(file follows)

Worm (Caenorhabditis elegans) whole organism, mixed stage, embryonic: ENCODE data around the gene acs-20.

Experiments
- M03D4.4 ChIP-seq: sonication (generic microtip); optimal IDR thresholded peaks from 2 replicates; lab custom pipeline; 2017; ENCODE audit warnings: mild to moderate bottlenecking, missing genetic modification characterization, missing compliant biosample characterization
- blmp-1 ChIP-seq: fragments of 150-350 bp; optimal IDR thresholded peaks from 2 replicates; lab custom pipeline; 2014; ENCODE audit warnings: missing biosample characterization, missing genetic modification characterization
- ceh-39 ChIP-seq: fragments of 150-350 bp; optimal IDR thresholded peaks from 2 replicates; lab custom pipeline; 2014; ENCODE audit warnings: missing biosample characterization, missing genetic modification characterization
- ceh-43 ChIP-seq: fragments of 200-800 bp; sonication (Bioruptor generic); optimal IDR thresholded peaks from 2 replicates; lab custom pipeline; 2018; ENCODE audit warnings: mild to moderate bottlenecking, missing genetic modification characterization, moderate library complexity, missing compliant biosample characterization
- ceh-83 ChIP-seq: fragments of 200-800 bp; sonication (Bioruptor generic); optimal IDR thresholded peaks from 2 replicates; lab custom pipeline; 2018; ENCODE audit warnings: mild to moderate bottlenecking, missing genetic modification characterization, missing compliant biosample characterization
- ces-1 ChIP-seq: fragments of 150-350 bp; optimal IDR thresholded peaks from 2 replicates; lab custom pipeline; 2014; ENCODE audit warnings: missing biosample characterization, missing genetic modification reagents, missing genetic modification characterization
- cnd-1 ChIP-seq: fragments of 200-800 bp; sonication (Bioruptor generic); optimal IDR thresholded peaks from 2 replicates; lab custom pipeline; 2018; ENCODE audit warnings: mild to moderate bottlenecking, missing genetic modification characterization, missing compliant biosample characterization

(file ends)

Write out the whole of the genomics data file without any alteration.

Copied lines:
Worm (Caenorhabditis elegans) whole organism, mixed stage, embryonic: ENCODE data around the gene acs-20.

Experiments
- M03D4.4 ChIP-seq: sonication (generic microtip); optimal IDR thresholded peaks from 2 replicates; lab custom pipeline; 2017; ENCODE audit warnings: mild to moderate bottlenecking, missing genetic modification characterization, missing compliant biosample characterization
- blmp-1 ChIP-seq: fragments of 150-350 bp; optimal IDR thresholded peaks from 2 replicates; lab custom pipeline; 2014; ENCODE audit warnings: missing biosample characterization, missing genetic modification characterization
- ceh-39 ChIP-seq: fragments of 150-350 bp; optimal IDR thresholded peaks from 2 replicates; lab custom pipeline; 2014; ENCODE audit warnings: missing biosample characterization, missing genetic modification characterization
- ceh-43 ChIP-seq: fragments of 200-800 bp; sonication (Bioruptor generic); optimal IDR thresholded peaks from 2 replicates; lab custom pipeline; 2018; ENCODE audit warnings: mild to moderate bottlenecking, missing genetic modification characterization, moderate library complexity, missing compliant biosample characterization
- ceh-83 ChIP-seq: fragments of 200-800 bp; sonication (Bioruptor generic); optimal IDR thresholded peaks from 2 replicates; lab custom pipeline; 2018; ENCODE audit warnings: mild to moderate bottlenecking, missing genetic modification characterization, missing compliant biosample characterization
- ces-1 ChIP-seq: fragments of 150-350 bp; optimal IDR thresholded peaks from 2 replicates; lab custom pipeline; 2014; ENCODE audit warnings: missing biosample characterization, missing genetic modification reagents, missing genetic modification characterization
- cnd-1 ChIP-seq: fragments of 200-800 bp; sonication (Bioruptor generic); optimal IDR thresholded peaks from 2 replicates; lab custom pipeline; 2018; ENCODE audit warnings: mild to moderate bottlenecking, missing genetic modification characterization, missing compliant biosample characterization